Digital Book Pricing II

Peter Brantley runs a newsgroup to which he feeds interesting links (interesting to the bunch of publisher, web 2.0-type people that go onto the Reading 2.0 list he curates). Peter mentioned my Digital Book Pricing blog on Friday, and there followed a burst of highly opinionated and expert views, about 30 emails by my count, some of them lengthy and thought-out. Some of these postings may go on to the web, in which case I will link to the record. I meanwhile spent the weekend in the mountains, and was only within Blackberry range of the debate. Since I agreed with quite a lot of the feedback, and much of it was not really about my original posting there was no compulsion to peck away at the bb.

One thing that struck me was how sure many of us are about the way the future is going to unroll. Surely certainty is not warranted in this field. Two years ago, we none of us knew about the iPhone or the Kindle.

Some of the digital experts in this Reading 2.0 group are very sceptical and gloomy about the prospects for publishers from the digital wave. Some are much more bullish. I incline towards the bullish wing. Here are three reasons for being bullish about the digital future for book publishing, even if prices generally come down, or flatten, as we go digital:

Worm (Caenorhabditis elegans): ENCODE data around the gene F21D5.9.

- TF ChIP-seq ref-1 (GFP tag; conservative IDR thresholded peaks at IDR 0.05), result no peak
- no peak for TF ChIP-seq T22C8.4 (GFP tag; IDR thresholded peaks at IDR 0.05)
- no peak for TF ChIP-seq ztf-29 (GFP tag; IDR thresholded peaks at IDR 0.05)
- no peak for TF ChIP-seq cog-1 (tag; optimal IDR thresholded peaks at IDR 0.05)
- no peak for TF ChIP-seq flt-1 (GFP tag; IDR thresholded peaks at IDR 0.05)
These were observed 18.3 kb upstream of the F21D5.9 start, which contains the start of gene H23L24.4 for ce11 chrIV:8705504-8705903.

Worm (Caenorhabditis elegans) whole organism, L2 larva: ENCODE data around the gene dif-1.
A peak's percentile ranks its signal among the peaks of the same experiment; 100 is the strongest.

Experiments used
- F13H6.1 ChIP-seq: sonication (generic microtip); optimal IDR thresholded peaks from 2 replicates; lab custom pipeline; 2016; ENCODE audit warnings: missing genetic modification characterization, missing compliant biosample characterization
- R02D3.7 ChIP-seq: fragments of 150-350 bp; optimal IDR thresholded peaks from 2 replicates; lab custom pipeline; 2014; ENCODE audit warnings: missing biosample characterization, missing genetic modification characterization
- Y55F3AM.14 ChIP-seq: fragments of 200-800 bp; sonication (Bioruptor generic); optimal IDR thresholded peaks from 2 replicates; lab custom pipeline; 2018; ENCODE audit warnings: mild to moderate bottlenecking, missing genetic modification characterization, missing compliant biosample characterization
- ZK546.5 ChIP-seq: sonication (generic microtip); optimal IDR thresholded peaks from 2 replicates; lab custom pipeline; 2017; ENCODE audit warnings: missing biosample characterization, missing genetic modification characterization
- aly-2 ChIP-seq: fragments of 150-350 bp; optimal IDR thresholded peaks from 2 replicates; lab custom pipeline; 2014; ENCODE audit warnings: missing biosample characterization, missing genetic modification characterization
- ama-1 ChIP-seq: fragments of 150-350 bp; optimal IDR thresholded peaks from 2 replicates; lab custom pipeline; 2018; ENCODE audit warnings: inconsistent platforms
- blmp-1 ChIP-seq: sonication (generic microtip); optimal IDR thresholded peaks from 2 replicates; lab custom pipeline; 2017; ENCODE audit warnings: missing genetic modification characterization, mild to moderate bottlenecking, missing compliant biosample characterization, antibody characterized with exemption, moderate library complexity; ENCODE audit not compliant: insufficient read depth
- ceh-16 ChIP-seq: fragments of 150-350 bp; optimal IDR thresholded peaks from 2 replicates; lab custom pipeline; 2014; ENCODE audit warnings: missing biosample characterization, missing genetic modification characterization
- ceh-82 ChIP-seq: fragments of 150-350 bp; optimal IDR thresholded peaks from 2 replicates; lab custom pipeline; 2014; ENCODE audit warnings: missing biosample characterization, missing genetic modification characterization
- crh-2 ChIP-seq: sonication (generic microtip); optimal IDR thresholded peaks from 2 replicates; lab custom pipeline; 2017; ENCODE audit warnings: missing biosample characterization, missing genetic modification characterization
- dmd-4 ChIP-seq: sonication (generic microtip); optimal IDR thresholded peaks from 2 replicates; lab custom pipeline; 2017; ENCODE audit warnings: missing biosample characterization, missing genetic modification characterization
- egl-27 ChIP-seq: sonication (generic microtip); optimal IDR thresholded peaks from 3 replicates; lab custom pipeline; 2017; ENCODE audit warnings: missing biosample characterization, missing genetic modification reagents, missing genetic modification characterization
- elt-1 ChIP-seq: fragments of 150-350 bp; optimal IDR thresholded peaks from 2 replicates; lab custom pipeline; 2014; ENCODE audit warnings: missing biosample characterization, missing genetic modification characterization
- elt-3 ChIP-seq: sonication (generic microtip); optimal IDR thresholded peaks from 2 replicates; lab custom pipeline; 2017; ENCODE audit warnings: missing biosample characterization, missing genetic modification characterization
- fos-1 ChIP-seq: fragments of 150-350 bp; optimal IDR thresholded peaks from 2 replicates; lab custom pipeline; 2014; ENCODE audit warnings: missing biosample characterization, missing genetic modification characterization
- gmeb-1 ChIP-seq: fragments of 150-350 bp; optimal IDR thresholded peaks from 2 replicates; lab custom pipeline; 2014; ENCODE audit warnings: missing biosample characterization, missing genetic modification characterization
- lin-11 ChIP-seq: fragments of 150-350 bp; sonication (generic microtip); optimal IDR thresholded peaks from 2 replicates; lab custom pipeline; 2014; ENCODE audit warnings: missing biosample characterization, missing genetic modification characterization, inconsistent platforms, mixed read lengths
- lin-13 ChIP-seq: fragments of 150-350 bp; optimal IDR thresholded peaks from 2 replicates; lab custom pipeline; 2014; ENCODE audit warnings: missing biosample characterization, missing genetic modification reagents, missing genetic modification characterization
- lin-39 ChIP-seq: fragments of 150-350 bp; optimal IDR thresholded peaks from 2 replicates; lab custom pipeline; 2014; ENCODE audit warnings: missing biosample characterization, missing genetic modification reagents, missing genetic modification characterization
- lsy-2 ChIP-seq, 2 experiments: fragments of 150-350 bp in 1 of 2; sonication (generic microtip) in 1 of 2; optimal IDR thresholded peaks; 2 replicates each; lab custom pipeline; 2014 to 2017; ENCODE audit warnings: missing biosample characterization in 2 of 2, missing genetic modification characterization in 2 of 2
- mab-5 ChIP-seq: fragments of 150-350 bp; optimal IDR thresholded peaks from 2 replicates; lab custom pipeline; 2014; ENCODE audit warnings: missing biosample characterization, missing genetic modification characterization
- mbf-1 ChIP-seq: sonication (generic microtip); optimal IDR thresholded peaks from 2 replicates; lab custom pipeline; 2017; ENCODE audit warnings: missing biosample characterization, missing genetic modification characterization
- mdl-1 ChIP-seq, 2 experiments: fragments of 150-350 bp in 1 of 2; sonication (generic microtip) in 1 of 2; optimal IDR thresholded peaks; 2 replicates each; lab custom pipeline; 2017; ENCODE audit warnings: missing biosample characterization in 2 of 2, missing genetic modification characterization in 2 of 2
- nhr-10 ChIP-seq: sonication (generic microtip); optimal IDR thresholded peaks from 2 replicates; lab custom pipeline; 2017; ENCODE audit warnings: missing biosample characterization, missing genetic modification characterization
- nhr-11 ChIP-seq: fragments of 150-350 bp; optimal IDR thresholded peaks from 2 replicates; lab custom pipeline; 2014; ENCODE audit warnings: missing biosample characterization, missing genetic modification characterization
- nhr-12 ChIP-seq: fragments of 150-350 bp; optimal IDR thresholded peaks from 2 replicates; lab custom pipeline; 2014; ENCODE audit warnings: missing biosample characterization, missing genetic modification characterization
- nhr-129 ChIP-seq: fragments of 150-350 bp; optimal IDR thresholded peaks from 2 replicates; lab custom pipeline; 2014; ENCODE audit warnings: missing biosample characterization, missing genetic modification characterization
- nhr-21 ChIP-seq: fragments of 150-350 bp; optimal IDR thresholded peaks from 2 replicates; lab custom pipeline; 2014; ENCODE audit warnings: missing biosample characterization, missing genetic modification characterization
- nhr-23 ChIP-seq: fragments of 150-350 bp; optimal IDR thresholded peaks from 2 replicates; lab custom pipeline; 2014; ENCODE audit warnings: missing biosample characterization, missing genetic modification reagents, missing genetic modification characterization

1. For some sorts of books (especially books which in print would be low-cost, and mass market) digital publishing will open up an attractive source of advertising revenue. Advertising revenues from digital editions will be particularly interesting for books such as travel guides, which are already able to capture advertising in their print editions. But travel is only one example…..
  2. Paradoxically, the increasing prevalence and superabundance of advertising-backed and ‘free’ literature may provide a renewed impetus and validation for subscription-based digital services. The advantages of ‘advertising-free’ or ‘privacy-controlled’ subscriptions may be an important driver for certain kinds of digital publishing. Not perhaps for ‘sky-high’ subscriptions, but for consumer-level subscriptions and fees which mark one’s affiliations and aspirations.
  3. Digital Libraries will be another source of strength to publishers who can produce and promote high quality literary services. For many types of publishing the digital wave will be a much better opportunity to develop proper library markets than the printed book offered. Libraries and librarians will be looking for affordable, high quality digital services that meet the needs of their audiences. Subscription services should aim to target both the individual consumer and the institutional and public library market. Book publishers are very lucky that in most developed countries there is a public library market which supports and encourages the value of the publisher’s output. Music publishers have never had this advantage to any significant extent.
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